New York employees rightfully expect their employers to treat them well and pay them fairly for the hours they’ve worked. Unfortunately, this does not always happen, and employers could underpay their workers. Sometimes, employees may not be aware this is happening right away, but they may eventually notice that their pay is not as high as it should be.
This is wage theft, and it happens when employers do intentional things to underpay workers to save themselves money. One common way they do this is by misclassifying employees. You are either exempt or non-exempt, and your classification determines whether you are eligible for overtime pay and minimum wage. It is in your interests to know what your classification should be and how to proceed if your employer put you in the wrong category.
What’s the right category?
The right category for an employee depends on the nature of the individual job. According to the Fair Labor Standards Act, non-exempt employees are those who are eligible for overtime pay for working and minimum wage. Consider the following:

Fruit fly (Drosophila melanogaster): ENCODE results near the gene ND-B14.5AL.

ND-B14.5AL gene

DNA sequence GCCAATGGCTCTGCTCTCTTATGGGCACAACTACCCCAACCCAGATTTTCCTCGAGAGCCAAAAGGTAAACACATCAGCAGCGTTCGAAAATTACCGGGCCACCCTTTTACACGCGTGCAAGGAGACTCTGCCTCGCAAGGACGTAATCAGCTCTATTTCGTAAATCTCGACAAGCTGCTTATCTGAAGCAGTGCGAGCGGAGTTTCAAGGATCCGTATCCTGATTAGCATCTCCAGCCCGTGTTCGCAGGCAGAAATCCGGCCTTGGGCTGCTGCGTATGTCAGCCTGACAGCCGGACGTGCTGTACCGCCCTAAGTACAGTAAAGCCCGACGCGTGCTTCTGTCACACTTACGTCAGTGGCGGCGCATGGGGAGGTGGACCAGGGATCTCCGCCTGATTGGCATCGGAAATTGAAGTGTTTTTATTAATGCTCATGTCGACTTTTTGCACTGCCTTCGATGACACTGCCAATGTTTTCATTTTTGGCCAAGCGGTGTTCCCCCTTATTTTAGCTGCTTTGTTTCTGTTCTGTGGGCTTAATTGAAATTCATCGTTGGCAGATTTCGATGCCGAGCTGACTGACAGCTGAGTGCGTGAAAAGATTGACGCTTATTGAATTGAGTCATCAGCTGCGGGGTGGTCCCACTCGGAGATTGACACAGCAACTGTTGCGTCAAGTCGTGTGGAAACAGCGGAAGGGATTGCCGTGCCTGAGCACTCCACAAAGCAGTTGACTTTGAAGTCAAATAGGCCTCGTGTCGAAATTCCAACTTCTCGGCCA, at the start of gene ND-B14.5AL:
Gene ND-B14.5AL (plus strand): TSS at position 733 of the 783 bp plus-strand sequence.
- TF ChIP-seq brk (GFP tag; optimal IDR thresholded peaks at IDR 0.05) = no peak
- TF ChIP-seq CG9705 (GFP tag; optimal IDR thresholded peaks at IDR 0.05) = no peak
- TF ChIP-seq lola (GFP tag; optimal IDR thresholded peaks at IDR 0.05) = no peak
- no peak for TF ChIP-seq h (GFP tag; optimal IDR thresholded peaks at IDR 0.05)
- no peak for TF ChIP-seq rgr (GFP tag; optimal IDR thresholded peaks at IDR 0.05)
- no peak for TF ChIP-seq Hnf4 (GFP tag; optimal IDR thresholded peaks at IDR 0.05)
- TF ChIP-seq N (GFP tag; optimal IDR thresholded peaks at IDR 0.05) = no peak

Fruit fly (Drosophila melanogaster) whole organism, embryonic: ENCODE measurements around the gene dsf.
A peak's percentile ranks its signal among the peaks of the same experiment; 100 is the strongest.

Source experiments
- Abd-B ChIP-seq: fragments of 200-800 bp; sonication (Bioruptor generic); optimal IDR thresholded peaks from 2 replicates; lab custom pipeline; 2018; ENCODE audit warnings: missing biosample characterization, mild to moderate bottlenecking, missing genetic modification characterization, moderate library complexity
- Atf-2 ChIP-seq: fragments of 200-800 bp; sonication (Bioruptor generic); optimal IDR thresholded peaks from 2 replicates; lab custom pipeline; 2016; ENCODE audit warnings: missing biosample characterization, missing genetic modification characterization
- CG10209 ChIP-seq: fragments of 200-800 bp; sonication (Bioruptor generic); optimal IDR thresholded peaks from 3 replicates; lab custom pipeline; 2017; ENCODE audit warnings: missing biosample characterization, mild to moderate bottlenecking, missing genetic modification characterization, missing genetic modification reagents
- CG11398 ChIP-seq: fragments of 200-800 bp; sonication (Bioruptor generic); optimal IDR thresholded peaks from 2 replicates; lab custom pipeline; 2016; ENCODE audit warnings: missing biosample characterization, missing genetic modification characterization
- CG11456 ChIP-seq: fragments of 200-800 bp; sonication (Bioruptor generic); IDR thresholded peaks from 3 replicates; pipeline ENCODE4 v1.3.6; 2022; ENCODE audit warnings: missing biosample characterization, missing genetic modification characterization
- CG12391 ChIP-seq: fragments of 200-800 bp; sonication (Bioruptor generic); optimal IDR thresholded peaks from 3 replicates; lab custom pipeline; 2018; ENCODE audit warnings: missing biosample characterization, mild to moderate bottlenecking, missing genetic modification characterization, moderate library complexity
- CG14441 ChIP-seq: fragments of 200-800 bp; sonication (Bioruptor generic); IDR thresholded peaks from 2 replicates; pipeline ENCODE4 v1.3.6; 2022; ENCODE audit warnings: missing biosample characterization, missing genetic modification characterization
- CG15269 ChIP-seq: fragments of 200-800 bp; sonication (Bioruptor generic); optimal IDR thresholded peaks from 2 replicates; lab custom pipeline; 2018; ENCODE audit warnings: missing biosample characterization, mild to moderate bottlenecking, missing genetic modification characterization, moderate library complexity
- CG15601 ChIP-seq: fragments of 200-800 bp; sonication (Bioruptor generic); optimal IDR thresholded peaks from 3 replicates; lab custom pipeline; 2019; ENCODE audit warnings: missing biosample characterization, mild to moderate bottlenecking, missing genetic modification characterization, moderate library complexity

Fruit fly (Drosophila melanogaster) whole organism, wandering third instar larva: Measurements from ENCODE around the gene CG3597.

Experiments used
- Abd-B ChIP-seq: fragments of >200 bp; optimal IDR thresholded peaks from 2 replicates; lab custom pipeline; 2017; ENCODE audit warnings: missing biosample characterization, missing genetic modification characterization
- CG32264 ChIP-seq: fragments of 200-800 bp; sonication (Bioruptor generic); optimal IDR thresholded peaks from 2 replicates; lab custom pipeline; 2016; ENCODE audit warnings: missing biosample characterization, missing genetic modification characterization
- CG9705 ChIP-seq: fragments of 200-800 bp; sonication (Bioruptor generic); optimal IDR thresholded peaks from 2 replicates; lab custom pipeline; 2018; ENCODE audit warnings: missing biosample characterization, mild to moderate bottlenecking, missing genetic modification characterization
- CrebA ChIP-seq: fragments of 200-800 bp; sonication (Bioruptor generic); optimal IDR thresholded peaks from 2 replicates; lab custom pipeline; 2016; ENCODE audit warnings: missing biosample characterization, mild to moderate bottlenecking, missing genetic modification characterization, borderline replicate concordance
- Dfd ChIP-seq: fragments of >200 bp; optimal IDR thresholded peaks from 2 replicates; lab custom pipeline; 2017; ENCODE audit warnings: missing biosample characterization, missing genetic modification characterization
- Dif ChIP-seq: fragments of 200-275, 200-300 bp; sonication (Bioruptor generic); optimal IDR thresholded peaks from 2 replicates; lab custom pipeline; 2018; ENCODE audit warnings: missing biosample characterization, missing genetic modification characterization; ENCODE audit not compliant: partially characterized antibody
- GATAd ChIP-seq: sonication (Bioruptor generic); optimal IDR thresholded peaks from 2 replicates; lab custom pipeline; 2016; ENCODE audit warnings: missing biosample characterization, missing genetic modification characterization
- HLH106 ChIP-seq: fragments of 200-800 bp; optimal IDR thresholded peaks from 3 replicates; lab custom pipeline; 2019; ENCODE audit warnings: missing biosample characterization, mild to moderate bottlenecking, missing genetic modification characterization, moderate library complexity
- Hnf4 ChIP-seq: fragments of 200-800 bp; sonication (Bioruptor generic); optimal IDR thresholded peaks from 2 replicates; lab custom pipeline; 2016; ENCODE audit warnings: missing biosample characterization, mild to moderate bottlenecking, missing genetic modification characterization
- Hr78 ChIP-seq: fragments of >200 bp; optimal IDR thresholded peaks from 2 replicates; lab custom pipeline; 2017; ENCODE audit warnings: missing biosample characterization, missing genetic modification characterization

- Overtime for non-exempt employees must equal time and a half for every hour worked over the standard 40 hours per week.
- An employer cannot ask a non-exempt employee for off-the-clock work without properly documenting the work and paying the appropriate hourly rate.
Exempt employees are those who are not eligible for overtime pay or a minimum wage per hour because they receive a salary from their employer. They make more than $23,600 per year, and they perform certain exempt job tasks, such as management duties. If you are paid by the hour and are not in management, it is likely you are a non-exempt employee.
By classifying non-exempt employees as exempt, employers can avoid paying more in overtime and minimum wage. If you do not think your pay is high enough or your employer asks you to do work-related tasks off the clock, it is possible you are a victim of wage theft. You do not have to stay silent on this matter.
It may be appropriate to have an attorney review your situation. You may have grounds to move forward with a claim against your employer, which would allow you to seek back pay and appropriate compensation for what you went through. When it is your financial well-being on the line, you do not want to waste any time in exploring the options available to you.